The Government's Latest Decision About UK Aid Spending Has 'Disappointed' Charities
“The government has buried its head in the sand.”
The government has been accused of “burying its head in the sand” over how to make sure overseas development assistance (ODA) is spent most effectively in the pursuit of ending poverty.
Back in June, the International Development Committee published a report that included its findings from months of investigating how the UK spends its ODA.
And one of its recommendations for making sure the humanitarian aid was spent as effectively as possible was to give the secretary of state for international development ultimate responsibility for overseeing and signing off on all of the UK’s ODA.
But the government has this week rejected that recommendation — meaning a “disappointing” result for charities and MPs who had pushed for the change.
The UK’s Department for International Development has excellent accountability and transparency in terms of how money is spent. The Aid Transparency Index earlier this year ranked DfID as third in the world for transparency of aid spending.
The trouble, however, is that other government departments don’t currently have the same levels of transparency and the same commitment to poverty reduction as DfID. Nevertheless, an increasing amount of ODA is being spent through departments that aren’t DfID — and it could give rise to more projects that don’t have poverty reduction at their hearts (the kind often held up by UK aid critics of how funding is going to waste).
In 2017, about 18% of ODA was spent by government departments other than DfID — mainly, according to global development media platform Devex, these departments were the Department for Business, Energy, and Industrial Strategy; the Foreign & Commonwealth Office; the Home Office, and the cross-government Conflict, Stability, and Security Fund (CSSF).
The last of these, the CSSF, has previously been criticised for blurring the lines between aid spending and other spending. But the UK’s commitment to spend 0.7% of gross national income (GNI) on UK aid is enshrined in law, and it’s very important that aid money is correctly and effectively spent to ensure that the world's poorest people receive the benefits they should.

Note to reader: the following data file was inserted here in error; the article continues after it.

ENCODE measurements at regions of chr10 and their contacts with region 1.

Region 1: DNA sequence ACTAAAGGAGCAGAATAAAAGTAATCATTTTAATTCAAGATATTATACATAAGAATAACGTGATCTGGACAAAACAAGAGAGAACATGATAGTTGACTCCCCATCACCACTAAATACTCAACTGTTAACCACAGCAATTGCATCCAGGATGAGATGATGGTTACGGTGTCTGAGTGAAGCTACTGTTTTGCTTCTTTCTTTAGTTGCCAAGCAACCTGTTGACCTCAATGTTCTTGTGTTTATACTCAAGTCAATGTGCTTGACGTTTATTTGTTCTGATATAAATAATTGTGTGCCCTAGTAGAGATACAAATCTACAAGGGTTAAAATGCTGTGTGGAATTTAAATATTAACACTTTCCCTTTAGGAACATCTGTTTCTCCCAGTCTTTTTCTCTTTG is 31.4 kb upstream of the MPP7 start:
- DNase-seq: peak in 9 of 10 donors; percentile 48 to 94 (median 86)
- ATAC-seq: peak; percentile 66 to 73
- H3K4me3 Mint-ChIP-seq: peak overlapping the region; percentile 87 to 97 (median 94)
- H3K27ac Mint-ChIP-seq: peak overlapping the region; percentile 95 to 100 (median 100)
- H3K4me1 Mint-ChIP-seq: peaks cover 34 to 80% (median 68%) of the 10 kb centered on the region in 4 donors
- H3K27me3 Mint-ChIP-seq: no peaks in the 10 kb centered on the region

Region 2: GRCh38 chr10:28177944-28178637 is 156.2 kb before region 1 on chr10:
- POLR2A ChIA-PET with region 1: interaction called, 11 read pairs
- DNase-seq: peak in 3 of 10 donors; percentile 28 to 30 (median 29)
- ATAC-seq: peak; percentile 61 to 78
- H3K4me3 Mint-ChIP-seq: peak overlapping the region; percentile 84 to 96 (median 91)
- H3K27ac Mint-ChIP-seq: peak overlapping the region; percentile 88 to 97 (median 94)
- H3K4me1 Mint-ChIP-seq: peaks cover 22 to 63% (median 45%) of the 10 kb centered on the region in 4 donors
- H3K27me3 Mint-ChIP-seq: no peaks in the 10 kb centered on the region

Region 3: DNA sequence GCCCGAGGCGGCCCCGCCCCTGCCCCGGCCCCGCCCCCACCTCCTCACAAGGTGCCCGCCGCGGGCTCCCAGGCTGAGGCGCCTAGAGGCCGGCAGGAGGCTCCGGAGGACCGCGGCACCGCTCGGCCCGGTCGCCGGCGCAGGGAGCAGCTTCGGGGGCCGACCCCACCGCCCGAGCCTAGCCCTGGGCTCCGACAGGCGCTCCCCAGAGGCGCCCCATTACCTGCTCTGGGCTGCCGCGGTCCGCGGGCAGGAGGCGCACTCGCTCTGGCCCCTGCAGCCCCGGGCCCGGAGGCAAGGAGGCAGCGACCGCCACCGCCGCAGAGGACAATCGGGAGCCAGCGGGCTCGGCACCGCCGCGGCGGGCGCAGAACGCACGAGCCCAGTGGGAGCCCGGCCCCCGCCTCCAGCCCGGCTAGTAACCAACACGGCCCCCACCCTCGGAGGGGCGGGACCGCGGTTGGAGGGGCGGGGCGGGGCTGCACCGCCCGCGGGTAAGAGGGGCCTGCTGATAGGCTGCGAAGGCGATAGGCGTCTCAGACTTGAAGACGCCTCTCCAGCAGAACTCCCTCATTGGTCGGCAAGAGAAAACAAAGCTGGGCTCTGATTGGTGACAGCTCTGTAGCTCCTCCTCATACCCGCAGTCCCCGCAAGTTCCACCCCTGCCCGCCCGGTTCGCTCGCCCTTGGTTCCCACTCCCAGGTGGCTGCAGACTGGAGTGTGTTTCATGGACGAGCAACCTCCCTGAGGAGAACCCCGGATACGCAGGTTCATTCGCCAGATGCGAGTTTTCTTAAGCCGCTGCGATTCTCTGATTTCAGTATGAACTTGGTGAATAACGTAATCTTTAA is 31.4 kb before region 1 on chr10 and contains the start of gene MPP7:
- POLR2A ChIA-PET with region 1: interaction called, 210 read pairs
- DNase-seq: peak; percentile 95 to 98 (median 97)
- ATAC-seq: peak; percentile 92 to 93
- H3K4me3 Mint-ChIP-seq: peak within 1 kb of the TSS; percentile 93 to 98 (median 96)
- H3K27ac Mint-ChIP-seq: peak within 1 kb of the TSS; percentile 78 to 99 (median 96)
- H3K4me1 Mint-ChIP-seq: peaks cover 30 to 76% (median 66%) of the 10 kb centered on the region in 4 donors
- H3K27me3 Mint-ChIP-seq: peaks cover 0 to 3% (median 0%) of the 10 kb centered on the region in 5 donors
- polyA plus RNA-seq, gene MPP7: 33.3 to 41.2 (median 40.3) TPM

Now, a cross-government strategy aims to have a third of ODA being spent by departments other than DfID by 2020, according to Devex.
And charities and aid experts are concerned about the impact that will have on the UK’s reputation as a world leader for humanitarian aid.
Ever wondered what a landmine in action looks like? This is a land mine and this is how devastating it is. #UKaid will help protect more than 800,000 people around the world from this lethal threat. #aidworks@DFID_UKpic.twitter.com/bEZbresIlD— UK in Sudan 🇬🇧 (@UKinSudan) September 12, 2018
“It is disappointing that the government fails to make basic transparency standards and a real focus on poverty reduction a condition for departments besides DfID to manage more aid, potentially undermining Penny Mordaunt’s pledge to ensure that ‘UK aid cannot be better spent,’” said Katy Chakrabortty, Oxfam GB’s head of advocacy, in a statement.
“The prime minister has recently spoken proudly about the value of UK aid to the world’s poorest people,” she said. “We have a global reputation to protect. The coming budget should be used to make sure the vast majority of aid is spent by departments best able to uphold that reputation.”
“It’s disappointing that government has buried its head in the sand in response to such explicit criticisms of aid spent by departments other than DfID,” said Claire Godfrey, head of policy and campaigns at Bond, an umbrella group for UK aid organisations — including Global Citizen — in a statement provided to Global Citizen.
“The IDC’s recommendations provided DfID with the perfect opportunity to hold other government departments to account for their spending of UK aid,” it added.
Bond further said that any department that is spending aid money must “be accountable to DfID to ensure they are meeting the same standards and working to the same objectives — to alleviate poverty and reach the world’s poorest people.”
The government’s response to the IDC report, however, said that “departments and their accounting officers hold financial responsibility and accountability for the delivery of their share of ODA spend and for seeking approval.”
“These long-established structures ensure that lines of accountability are clear so that there is no blurring or overlap of responsibility between departments,” it added. “That said, departments and organisations are expected to work closely together where appropriate to ensure a coordinated and successful delivery of ODA.”
It further said that the secretary of state for international development is co-chair of the ODA Ministerial Group, which has oversight of the UK’s ODA.
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